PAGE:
Originally Posted by davidpm
For the rest of us what an education.
Here you have one of our own. A known good guy and fellow sailor. His attitude is that if someone is in his way and acting "clownish" he has the right to blow him off the road at 25 knots and finds it funny if they get grounded. I don't know how he would feel if the guy holed his boat on one of those stumps or got seriously hurt but that was a risk he took with the other guys boat and life too.
Now this is the lesson I got.
OK, I'm gonna try this one more time...
My first inclination whenever I come upon a slower boat on the ICW or similar waterway, is to pass in as courteous and safe a fashion as possible. I'm a sailor, after all, and a bit of a rarity in the delivery business, as I run both sail and power. Most captains tend to do one or the other, but rarely both...
As soon as I began to realize I was dealing with a complete fool in this instance, however, my perspective changed... I'm no longer quite so concerned about minimizing the possibility of spilling the guy's morning coffee. Instead, my focus shifted to how I'm gonna get this $800K boat I'm responsible for past this moron who is determined to operate his own boat in such an unseamanlike fashion, with such an astonishing lack of appreciation for what could go wrong, in such close quarters...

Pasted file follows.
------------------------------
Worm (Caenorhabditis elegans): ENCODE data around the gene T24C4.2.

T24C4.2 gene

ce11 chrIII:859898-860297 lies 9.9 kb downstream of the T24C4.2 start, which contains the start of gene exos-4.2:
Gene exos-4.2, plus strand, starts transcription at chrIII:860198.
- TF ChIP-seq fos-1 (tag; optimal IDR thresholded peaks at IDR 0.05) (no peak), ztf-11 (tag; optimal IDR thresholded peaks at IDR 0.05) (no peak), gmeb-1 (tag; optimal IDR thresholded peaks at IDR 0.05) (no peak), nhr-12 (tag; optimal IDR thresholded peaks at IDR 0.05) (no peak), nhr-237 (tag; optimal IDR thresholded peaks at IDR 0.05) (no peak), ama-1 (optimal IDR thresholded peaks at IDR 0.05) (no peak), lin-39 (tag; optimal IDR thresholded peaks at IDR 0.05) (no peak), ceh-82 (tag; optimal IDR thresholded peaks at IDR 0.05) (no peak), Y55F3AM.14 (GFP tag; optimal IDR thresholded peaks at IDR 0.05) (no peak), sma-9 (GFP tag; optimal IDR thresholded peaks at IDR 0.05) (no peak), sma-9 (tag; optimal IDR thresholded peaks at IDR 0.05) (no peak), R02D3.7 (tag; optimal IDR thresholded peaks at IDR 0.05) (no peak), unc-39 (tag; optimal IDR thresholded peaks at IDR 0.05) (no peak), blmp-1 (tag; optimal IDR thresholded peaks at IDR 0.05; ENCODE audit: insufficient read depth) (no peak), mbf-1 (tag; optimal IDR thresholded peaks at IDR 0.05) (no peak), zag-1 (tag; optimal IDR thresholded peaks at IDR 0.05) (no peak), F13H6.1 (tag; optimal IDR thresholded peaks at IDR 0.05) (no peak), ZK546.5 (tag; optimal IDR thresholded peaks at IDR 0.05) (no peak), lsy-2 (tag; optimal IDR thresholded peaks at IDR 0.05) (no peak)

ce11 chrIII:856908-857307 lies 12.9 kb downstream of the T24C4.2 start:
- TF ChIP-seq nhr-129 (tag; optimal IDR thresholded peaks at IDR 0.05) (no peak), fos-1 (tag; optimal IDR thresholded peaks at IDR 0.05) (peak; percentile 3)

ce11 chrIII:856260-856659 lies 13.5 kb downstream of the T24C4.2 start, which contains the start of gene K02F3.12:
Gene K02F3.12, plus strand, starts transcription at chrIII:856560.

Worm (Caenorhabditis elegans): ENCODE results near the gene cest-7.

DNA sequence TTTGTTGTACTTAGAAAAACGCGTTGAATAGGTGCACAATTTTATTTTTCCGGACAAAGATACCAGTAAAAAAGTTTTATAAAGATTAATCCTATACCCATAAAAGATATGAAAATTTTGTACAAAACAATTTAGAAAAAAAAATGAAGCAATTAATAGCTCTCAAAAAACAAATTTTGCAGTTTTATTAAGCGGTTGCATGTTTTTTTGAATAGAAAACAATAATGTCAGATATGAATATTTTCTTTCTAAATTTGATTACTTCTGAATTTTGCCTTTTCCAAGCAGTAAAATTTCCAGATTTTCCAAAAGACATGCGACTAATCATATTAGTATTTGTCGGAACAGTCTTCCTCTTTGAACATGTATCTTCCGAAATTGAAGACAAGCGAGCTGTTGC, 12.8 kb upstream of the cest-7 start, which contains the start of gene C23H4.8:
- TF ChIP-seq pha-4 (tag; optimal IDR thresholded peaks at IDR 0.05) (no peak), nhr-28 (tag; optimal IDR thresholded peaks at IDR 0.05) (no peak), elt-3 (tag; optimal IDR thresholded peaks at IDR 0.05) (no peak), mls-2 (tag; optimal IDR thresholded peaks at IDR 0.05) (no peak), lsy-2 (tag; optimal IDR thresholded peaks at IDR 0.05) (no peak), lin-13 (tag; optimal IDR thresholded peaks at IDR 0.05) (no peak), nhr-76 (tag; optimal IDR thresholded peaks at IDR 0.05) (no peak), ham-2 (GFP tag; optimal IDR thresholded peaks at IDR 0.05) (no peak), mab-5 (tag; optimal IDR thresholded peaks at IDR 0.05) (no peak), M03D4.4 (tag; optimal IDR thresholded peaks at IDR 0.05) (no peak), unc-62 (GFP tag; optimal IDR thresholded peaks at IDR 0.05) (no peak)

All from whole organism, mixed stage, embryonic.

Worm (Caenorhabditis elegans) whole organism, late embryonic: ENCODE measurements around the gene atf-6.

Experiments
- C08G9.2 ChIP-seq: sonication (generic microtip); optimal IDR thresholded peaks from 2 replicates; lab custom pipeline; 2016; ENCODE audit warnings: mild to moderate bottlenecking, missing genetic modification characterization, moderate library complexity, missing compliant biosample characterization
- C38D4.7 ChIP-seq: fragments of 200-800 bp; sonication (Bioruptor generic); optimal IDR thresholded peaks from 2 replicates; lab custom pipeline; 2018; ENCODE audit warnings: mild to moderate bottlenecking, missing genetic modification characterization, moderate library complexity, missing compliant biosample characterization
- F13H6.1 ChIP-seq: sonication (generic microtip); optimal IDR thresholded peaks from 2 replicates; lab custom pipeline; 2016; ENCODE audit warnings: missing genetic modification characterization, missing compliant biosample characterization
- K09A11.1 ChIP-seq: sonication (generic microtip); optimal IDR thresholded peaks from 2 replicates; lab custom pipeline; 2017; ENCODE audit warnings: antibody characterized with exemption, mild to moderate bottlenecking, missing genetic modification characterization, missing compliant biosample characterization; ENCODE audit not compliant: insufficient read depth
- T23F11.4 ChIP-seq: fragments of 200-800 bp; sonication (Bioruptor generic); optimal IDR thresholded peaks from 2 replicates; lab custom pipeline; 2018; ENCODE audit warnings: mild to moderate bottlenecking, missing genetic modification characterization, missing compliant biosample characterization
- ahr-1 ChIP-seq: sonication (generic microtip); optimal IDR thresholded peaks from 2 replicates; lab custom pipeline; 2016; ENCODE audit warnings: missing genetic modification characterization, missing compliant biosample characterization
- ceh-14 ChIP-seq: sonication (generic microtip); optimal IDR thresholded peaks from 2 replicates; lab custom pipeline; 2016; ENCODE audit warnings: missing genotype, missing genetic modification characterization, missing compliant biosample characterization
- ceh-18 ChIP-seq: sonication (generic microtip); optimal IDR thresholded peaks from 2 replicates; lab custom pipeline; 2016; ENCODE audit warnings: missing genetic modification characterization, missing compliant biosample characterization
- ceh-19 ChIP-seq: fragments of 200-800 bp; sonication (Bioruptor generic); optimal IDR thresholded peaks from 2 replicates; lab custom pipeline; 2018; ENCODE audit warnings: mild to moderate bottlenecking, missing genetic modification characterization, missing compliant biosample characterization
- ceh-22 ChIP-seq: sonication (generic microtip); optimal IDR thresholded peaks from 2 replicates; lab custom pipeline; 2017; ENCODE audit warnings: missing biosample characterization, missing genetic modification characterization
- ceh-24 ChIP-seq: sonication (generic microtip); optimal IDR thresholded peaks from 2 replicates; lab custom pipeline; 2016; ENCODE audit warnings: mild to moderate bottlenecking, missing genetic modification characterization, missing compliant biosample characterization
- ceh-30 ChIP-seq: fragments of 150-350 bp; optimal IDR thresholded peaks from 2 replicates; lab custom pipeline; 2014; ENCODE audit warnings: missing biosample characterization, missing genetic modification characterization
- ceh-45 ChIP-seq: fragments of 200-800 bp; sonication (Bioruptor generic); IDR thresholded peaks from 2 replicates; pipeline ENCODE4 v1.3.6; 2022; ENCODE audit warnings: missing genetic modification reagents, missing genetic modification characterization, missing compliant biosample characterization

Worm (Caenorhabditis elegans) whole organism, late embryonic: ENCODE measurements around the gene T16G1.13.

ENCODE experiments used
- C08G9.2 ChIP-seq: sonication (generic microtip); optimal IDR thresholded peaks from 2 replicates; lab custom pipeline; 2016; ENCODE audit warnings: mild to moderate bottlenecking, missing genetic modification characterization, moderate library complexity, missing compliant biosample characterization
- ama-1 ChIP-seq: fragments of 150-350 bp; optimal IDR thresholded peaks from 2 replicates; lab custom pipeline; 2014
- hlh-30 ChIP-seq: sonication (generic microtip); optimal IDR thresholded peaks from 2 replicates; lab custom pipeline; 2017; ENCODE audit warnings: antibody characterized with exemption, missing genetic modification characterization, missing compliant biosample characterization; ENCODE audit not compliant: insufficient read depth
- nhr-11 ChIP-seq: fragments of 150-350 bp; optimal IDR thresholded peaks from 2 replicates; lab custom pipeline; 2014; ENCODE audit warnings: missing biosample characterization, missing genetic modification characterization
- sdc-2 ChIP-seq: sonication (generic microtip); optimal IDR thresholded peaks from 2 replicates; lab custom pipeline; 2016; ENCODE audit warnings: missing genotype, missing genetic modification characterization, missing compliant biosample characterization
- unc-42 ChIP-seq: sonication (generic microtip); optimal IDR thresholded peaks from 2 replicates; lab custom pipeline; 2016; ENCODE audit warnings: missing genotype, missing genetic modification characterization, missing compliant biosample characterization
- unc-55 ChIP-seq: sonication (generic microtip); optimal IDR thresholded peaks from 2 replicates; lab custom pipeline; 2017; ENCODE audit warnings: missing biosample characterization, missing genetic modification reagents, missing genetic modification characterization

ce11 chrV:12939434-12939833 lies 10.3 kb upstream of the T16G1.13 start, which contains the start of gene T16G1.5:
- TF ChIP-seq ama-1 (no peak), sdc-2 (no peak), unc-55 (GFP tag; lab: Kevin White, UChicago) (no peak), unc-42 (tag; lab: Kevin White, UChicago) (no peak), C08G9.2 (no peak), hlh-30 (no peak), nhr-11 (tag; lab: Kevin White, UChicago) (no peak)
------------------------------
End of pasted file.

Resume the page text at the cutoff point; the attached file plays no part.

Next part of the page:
He obliged me with more than a HINT
... He waved me on, unmistakably, and repeatedly...
Now, please try to get it out of your head, that silly notion that "I blew him off the road at 25 knots..." Sorry, nothing could be further from the truth, and your apparent failure to grasp this betrays an ignorance of the simple physics involved...
Here's the shot again, of the wake that Neptunus throws at 26 knots... Please notice how it is comprised of basically a single wave, and how far aft it streams... Obviously, I would be well clear of the sailboat before he became affected by my wake, and he would have the full width of the waterway to deal with it... If he were smart, he would have dealt with it in the same fashion I described in my previous post, would have been a piece of cake with that boat...
Now, look at the difference in the character of the wake from this displacement hulled yacht, running near hull speed...
Notice how much further forward the wake begins, and how a vessel being overtaken in close quarters would begin to ride a quartering wave, and need to start taking corrective steering action, while still alongside the overtaking boat... Notice how much sharper the angle is of the trailing wake, and how much greater would have to be the angle of the 'cutback' required to make the maneuver I described earlier. And, notice how many more individual 'waves' are produced by such a yacht running at displacement speed...
you'll just have to take my word on this, but if I attempted to pass that guy at 9.5 knots, in the 8-10' depths I would have found towards the side of the canal, my wake would have been MASSIVE with the stern sucking the bottom, and my bow and quarter waves would have moved even further forward, streaming almost perpendicular from my hull...
Now, if this guy had only been insistent on maintaining his speed, but was actually steering his boat at the helm